Top Issues Affecting Seniors

By Deborah Jeanne Sergeant

Aging brings its own rewards—wisdom, experience and sense of accomplishment—along with a few challenges.

With planning and a few community resources, older adults can mitigate the effects of these challenges as they age. Some older adults may even need to move to an assisted living facility to ensure they get the care they need. Those who want to stay in their own home may hire caregivers who have HHA Certification.

1. Lower muscle tone
Losing muscle is not merely a vanity issue. It can contribute to falls and frailty. It begins gradually in middle adulthood but can occur more rapidly if an older adult has been laid up because of sickness or injury.

“It’s really important for seniors to do resistance training,” said Kerri Howell, online personal trainer and nutrition coach at Howell is based in Rochester but serves clients wholly online.

“They should consume enough protein to support muscle growth,” she added.

She said that maintaining muscle tone does not have to mean lifting weights, but engaging in bodyweight exercise, swimming and walking are examples of exercise that can help. She recommends starting with walking a few more minutes daily.

2. Poor hydration

Drinking enough fluids is vital to good health—and that does not necessarily mean chugging eight glasses that are 8 ounces each. Howell said that the current rule is drinking half the body weight in ounces daily, such as a 150-pound man would drink 75 ounces each day.

Fluids other than water count too, such as soup broth.

“This is something a lot of older people have trouble with,” she said. “Don’t just have a cup of coffee and leave it until dinner. Fill a water bottle and determine you’ll drink it.”

She tells clients that adding cucumber, mint and fruit to their water can keep them drinking more.

3. Nutritional deficiencies

Poor eating in older adults can stem from food inaccessibility, lack of ability or motivation to cook, depression or medication that suppresses appetite or the senses of smell and taste. Nutritional deficiencies can contribute to a host of health problems, including mental health.

“Get annual check-ups and blood work so they know nutritionally what you need,” Howell said. “Most people are deficient in vitamin D and some are deficient in B complex. You wouldn’t know unless you have blood work done.”

Numerous community resources can help ensure good nutrition. Melissa Goddeau, registered dietitian nutritionist at Nutrition Care of Rochester, PLLC in Pittsford, recommends checking into congregant meal sites, grab-and-go meal boxes, Meals on Wheels and other resources listed on the Monroe County Office for the Aging site, The NY Connects program at 585-325-2800 can also offer tips on area supports.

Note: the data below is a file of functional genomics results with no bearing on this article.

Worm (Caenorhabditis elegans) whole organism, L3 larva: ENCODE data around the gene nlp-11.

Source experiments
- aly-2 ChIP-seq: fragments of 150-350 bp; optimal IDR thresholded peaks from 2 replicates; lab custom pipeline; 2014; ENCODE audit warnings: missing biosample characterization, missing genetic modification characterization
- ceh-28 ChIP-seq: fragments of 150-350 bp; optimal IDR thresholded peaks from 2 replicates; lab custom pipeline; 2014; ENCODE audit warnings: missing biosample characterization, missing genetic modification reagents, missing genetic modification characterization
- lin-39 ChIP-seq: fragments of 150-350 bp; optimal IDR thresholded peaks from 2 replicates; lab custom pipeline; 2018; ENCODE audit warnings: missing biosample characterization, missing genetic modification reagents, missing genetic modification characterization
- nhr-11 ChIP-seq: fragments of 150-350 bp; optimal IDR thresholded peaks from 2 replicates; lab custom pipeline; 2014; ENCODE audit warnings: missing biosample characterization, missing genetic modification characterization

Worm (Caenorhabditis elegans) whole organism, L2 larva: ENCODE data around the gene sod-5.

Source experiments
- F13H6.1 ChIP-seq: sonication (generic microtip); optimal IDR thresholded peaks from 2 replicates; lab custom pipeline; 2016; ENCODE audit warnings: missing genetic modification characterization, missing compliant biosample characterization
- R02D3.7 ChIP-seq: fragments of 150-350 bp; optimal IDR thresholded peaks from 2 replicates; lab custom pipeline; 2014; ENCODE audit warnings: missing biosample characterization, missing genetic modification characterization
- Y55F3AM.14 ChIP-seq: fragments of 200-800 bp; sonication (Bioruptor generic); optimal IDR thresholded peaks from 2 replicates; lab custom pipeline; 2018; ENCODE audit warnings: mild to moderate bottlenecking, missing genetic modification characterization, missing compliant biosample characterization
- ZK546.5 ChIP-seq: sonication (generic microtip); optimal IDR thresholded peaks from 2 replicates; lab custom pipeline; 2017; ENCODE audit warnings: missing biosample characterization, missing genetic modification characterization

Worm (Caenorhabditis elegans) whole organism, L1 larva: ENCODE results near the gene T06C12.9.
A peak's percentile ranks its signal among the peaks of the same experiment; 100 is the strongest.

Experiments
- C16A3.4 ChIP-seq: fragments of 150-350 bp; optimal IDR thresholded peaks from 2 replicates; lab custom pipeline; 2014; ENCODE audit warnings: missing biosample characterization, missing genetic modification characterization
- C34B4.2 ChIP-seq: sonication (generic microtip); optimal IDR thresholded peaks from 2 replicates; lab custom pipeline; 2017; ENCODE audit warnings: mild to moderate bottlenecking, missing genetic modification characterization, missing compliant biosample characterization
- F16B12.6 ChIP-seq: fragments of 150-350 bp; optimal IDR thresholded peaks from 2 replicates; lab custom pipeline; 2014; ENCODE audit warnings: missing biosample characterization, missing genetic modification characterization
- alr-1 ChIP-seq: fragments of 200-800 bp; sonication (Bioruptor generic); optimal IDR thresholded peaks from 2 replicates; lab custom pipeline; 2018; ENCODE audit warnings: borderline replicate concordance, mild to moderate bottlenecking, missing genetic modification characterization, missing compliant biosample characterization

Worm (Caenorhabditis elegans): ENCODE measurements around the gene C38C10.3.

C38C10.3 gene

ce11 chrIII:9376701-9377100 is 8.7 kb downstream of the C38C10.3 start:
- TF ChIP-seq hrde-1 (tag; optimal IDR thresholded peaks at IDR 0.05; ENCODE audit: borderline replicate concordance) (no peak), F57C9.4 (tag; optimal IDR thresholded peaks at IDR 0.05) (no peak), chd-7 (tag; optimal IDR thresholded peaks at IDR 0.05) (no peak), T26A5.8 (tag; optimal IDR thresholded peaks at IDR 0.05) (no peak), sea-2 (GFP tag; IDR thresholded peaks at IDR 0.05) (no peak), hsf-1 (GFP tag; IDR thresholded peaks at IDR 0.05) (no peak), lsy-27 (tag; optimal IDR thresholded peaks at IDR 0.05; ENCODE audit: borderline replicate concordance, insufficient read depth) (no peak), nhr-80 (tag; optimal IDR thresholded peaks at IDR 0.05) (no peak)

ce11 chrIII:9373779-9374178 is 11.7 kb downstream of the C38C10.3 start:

4. Polypharmacy

According to Georgetown University Health Policy Institute, people aged 50 to 64 take an

average of 13 prescription medications. That shoots up to 22 by age 80. Some of these medications may be attributed to polypharmacy: taking unnecessary mediation. Goddeau feels concerned about the issue.

“They may need help in navigating polypharmacy,” she said. “There’s possible drug interaction. They may have interactions with the food they eat.”

Polypharmacy also causes unnecessary side effects and expenses to patients. Consulting with a pharmacist or primary care provider can help reduce unnecessary and outdated prescriptions.

5. Inaccessibility to healthcare
Lack of transportation represents one barrier to healthcare. Relying on others for transportation has helped bridge that gap, whether informally from friends and family to senior ride programs and public transportation. In recent years, telehealth has made lack of technology aptitude another barrier to healthcare.

“We see seniors at our practice and we’re exclusively telehealth right now,” Goddeau said. “Not everyone is OK with that. Some enlist the help of family members to get set up.”

6. Mental health issues

Overall, the percent of local older adults with depression and anxiety has remained at nearly the same as what it was 15 years ago, 30%, according to data gathered by Lifespan of Greater Rochester.

“I don’t want to dismiss the effect the pandemic has had on older adults,” said Christine Peck, licensed master social worker and associate vice president of programs at Lifespan. “It increased the number of older adults who were isolated. When you look at our older adult population and depression, we’re seeing a very steady rise in older adults.”

She believes that many cases of depression and anxiety among this population go unreported and untreated, as primary care providers focus on physical health and few older adults actively seek mental healthcare. But Peck sees some improvement.

“I feel regionally, we’re doing a much better job at screening for depression than we used to,” she said.

The same barriers exist for mental healthcare as physical healthcare, along with stigma for seeking help. Normalizing screening at primary care visits has helped reduce stigma, especially among older adults.